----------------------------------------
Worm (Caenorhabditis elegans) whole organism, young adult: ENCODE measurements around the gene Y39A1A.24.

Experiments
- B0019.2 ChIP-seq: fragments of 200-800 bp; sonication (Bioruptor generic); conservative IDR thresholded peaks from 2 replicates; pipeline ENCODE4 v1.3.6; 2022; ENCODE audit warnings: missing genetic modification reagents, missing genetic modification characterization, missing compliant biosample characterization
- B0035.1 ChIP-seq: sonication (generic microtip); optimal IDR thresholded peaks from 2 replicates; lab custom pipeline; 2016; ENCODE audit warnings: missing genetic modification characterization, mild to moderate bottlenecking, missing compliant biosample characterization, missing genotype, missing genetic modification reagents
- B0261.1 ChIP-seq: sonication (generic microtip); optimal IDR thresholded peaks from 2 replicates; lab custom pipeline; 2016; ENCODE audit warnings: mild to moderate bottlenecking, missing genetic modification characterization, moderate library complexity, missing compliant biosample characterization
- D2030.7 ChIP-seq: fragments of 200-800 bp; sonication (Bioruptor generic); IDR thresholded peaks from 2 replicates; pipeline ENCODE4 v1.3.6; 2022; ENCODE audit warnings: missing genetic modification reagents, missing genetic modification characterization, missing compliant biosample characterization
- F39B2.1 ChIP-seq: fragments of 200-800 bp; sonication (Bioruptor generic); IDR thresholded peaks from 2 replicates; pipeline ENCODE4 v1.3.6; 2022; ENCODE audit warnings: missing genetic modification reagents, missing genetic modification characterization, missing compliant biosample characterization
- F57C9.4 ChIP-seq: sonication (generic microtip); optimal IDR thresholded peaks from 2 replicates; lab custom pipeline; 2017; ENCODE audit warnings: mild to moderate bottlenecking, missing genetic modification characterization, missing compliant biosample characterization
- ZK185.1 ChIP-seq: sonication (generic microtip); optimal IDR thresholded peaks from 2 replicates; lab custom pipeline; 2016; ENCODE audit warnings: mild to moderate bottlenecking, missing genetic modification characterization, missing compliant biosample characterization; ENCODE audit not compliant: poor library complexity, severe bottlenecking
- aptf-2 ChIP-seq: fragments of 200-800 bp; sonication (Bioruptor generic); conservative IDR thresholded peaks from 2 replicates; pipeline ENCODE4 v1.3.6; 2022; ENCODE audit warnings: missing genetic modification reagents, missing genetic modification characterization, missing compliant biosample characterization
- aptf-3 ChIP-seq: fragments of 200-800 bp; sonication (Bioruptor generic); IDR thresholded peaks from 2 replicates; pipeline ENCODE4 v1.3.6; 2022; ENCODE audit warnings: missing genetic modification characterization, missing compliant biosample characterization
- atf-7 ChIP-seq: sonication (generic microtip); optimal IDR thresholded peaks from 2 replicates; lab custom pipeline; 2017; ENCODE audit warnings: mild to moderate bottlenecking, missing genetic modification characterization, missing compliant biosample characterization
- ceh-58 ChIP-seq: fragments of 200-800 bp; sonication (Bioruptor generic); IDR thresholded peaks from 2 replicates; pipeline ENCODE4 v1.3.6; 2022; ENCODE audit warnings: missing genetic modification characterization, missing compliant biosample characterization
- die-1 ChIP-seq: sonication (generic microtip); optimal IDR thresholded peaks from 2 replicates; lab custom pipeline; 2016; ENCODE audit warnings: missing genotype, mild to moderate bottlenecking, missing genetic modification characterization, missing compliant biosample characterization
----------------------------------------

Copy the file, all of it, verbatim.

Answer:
Worm (Caenorhabditis elegans) whole organism, young adult: ENCODE measurements around the gene Y39A1A.24.

Experiments
- B0019.2 ChIP-seq: fragments of 200-800 bp; sonication (Bioruptor generic); conservative IDR thresholded peaks from 2 replicates; pipeline ENCODE4 v1.3.6; 2022; ENCODE audit warnings: missing genetic modification reagents, missing genetic modification characterization, missing compliant biosample characterization
- B0035.1 ChIP-seq: sonication (generic microtip); optimal IDR thresholded peaks from 2 replicates; lab custom pipeline; 2016; ENCODE audit warnings: missing genetic modification characterization, mild to moderate bottlenecking, missing compliant biosample characterization, missing genotype, missing genetic modification reagents
- B0261.1 ChIP-seq: sonication (generic microtip); optimal IDR thresholded peaks from 2 replicates; lab custom pipeline; 2016; ENCODE audit warnings: mild to moderate bottlenecking, missing genetic modification characterization, moderate library complexity, missing compliant biosample characterization
- D2030.7 ChIP-seq: fragments of 200-800 bp; sonication (Bioruptor generic); IDR thresholded peaks from 2 replicates; pipeline ENCODE4 v1.3.6; 2022; ENCODE audit warnings: missing genetic modification reagents, missing genetic modification characterization, missing compliant biosample characterization
- F39B2.1 ChIP-seq: fragments of 200-800 bp; sonication (Bioruptor generic); IDR thresholded peaks from 2 replicates; pipeline ENCODE4 v1.3.6; 2022; ENCODE audit warnings: missing genetic modification reagents, missing genetic modification characterization, missing compliant biosample characterization
- F57C9.4 ChIP-seq: sonication (generic microtip); optimal IDR thresholded peaks from 2 replicates; lab custom pipeline; 2017; ENCODE audit warnings: mild to moderate bottlenecking, missing genetic modification characterization, missing compliant biosample characterization
- ZK185.1 ChIP-seq: sonication (generic microtip); optimal IDR thresholded peaks from 2 replicates; lab custom pipeline; 2016; ENCODE audit warnings: mild to moderate bottlenecking, missing genetic modification characterization, missing compliant biosample characterization; ENCODE audit not compliant: poor library complexity, severe bottlenecking
- aptf-2 ChIP-seq: fragments of 200-800 bp; sonication (Bioruptor generic); conservative IDR thresholded peaks from 2 replicates; pipeline ENCODE4 v1.3.6; 2022; ENCODE audit warnings: missing genetic modification reagents, missing genetic modification characterization, missing compliant biosample characterization
- aptf-3 ChIP-seq: fragments of 200-800 bp; sonication (Bioruptor generic); IDR thresholded peaks from 2 replicates; pipeline ENCODE4 v1.3.6; 2022; ENCODE audit warnings: missing genetic modification characterization, missing compliant biosample characterization
- atf-7 ChIP-seq: sonication (generic microtip); optimal IDR thresholded peaks from 2 replicates; lab custom pipeline; 2017; ENCODE audit warnings: mild to moderate bottlenecking, missing genetic modification characterization, missing compliant biosample characterization
- ceh-58 ChIP-seq: fragments of 200-800 bp; sonication (Bioruptor generic); IDR thresholded peaks from 2 replicates; pipeline ENCODE4 v1.3.6; 2022; ENCODE audit warnings: missing genetic modification characterization, missing compliant biosample characterization
- die-1 ChIP-seq: sonication (generic microtip); optimal IDR thresholded peaks from 2 replicates; lab custom pipeline; 2016; ENCODE audit warnings: missing genotype, mild to moderate bottlenecking, missing genetic modification characterization, missing compliant biosample characterization